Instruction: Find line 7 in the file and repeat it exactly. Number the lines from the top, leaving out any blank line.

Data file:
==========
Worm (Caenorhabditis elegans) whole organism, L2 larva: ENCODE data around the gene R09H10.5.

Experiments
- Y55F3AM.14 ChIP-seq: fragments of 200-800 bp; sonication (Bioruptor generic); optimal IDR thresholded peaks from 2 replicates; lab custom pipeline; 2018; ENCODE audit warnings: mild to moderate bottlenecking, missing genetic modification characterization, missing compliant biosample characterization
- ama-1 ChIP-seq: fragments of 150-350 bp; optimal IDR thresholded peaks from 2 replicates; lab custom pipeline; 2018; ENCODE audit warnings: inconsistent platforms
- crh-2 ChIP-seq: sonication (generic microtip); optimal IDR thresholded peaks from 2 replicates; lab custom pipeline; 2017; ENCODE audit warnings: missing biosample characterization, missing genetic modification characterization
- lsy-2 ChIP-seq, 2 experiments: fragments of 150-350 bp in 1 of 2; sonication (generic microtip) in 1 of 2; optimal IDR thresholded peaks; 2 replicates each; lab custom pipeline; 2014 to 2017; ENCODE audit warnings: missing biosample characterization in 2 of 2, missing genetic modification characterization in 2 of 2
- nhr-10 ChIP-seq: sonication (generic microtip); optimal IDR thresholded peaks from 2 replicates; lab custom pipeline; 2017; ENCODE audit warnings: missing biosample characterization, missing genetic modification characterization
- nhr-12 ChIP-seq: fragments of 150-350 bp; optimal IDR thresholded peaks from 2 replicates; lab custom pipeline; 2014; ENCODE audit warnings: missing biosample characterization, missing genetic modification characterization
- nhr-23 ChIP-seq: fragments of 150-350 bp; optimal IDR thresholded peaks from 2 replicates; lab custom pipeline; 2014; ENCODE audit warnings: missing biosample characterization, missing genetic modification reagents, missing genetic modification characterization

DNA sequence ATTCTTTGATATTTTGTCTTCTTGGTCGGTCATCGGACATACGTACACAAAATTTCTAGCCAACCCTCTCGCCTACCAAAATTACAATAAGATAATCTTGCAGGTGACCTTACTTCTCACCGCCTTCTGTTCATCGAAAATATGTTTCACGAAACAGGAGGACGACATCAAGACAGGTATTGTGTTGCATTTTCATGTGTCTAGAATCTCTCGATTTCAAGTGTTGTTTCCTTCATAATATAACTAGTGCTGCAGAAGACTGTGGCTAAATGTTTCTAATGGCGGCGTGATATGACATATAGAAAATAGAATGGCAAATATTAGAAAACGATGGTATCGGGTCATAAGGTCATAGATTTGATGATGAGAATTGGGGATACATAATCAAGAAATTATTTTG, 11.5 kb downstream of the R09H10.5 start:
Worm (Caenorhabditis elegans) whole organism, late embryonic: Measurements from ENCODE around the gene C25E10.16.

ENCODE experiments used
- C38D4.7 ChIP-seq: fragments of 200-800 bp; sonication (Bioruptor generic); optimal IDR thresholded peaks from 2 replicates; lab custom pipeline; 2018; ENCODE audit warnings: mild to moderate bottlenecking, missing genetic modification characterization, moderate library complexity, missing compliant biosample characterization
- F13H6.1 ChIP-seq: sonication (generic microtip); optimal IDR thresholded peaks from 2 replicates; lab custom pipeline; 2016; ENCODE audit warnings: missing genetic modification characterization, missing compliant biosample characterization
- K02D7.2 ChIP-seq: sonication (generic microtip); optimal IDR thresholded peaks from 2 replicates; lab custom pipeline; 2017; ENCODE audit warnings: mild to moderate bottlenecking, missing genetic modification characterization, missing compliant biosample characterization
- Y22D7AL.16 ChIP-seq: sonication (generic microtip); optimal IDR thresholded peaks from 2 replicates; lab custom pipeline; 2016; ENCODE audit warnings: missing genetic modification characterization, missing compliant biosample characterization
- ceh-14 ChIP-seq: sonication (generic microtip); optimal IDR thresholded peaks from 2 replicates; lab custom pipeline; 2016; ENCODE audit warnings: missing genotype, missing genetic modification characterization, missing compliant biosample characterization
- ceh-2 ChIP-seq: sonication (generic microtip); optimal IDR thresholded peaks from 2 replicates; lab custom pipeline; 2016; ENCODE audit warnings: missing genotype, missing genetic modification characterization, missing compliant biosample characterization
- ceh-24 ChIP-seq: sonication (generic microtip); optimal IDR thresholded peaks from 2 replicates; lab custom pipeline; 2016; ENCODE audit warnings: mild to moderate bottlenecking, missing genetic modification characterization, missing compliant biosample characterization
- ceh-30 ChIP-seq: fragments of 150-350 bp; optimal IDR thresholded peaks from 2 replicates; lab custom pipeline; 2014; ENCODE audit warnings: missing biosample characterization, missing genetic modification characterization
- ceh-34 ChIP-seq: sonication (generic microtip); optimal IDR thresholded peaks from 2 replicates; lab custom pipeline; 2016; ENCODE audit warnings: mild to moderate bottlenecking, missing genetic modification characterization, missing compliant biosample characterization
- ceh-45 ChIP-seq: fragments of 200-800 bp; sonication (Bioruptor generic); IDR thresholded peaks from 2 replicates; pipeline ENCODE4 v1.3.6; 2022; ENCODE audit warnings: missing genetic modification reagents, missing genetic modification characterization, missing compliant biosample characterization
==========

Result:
- nhr-10 ChIP-seq: sonication (generic microtip); optimal IDR thresholded peaks from 2 replicates; lab custom pipeline; 2017; ENCODE audit warnings: missing biosample characterization, missing genetic modification characterization